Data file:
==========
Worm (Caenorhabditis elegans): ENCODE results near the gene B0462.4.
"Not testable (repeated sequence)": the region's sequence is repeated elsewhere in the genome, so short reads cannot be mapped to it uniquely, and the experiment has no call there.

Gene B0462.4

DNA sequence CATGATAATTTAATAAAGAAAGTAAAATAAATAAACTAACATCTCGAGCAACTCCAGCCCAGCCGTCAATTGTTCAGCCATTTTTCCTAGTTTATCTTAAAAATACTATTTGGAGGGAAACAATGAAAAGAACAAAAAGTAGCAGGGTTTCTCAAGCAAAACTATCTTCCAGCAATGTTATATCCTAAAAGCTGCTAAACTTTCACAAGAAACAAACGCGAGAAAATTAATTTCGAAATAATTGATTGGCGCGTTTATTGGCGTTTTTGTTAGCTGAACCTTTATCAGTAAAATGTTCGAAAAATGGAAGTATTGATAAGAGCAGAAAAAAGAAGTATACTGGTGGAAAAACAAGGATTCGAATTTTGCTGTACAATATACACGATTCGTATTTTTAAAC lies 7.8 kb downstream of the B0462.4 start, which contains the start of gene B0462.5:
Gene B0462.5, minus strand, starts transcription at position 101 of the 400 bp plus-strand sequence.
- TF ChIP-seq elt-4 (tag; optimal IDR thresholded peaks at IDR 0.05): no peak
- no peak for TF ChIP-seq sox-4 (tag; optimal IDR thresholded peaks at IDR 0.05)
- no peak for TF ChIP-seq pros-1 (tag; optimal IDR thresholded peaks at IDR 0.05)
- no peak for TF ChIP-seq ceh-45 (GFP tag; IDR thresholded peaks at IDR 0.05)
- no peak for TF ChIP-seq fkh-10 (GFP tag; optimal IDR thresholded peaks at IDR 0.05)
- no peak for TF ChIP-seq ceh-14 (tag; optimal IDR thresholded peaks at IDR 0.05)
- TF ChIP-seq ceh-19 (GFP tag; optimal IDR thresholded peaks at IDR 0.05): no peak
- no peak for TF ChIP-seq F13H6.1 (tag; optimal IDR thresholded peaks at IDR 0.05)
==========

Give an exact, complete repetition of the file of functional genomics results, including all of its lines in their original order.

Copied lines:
Worm (Caenorhabditis elegans): ENCODE results near the gene B0462.4.
"Not testable (repeated sequence)": the region's sequence is repeated elsewhere in the genome, so short reads cannot be mapped to it uniquely, and the experiment has no call there.

Gene B0462.4

DNA sequence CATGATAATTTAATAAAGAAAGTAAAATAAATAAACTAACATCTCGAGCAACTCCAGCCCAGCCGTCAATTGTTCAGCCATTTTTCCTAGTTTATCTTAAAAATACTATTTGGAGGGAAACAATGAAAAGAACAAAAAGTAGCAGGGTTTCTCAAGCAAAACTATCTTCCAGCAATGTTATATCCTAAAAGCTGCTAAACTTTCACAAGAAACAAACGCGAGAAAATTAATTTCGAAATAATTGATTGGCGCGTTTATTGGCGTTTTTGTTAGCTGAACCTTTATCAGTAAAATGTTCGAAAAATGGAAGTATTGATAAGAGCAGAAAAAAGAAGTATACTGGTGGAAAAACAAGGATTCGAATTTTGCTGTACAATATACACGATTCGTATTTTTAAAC lies 7.8 kb downstream of the B0462.4 start, which contains the start of gene B0462.5:
Gene B0462.5, minus strand, starts transcription at position 101 of the 400 bp plus-strand sequence.
- TF ChIP-seq elt-4 (tag; optimal IDR thresholded peaks at IDR 0.05): no peak
- no peak for TF ChIP-seq sox-4 (tag; optimal IDR thresholded peaks at IDR 0.05)
- no peak for TF ChIP-seq pros-1 (tag; optimal IDR thresholded peaks at IDR 0.05)
- no peak for TF ChIP-seq ceh-45 (GFP tag; IDR thresholded peaks at IDR 0.05)
- no peak for TF ChIP-seq fkh-10 (GFP tag; optimal IDR thresholded peaks at IDR 0.05)
- no peak for TF ChIP-seq ceh-14 (tag; optimal IDR thresholded peaks at IDR 0.05)
- TF ChIP-seq ceh-19 (GFP tag; optimal IDR thresholded peaks at IDR 0.05): no peak
- no peak for TF ChIP-seq F13H6.1 (tag; optimal IDR thresholded peaks at IDR 0.05)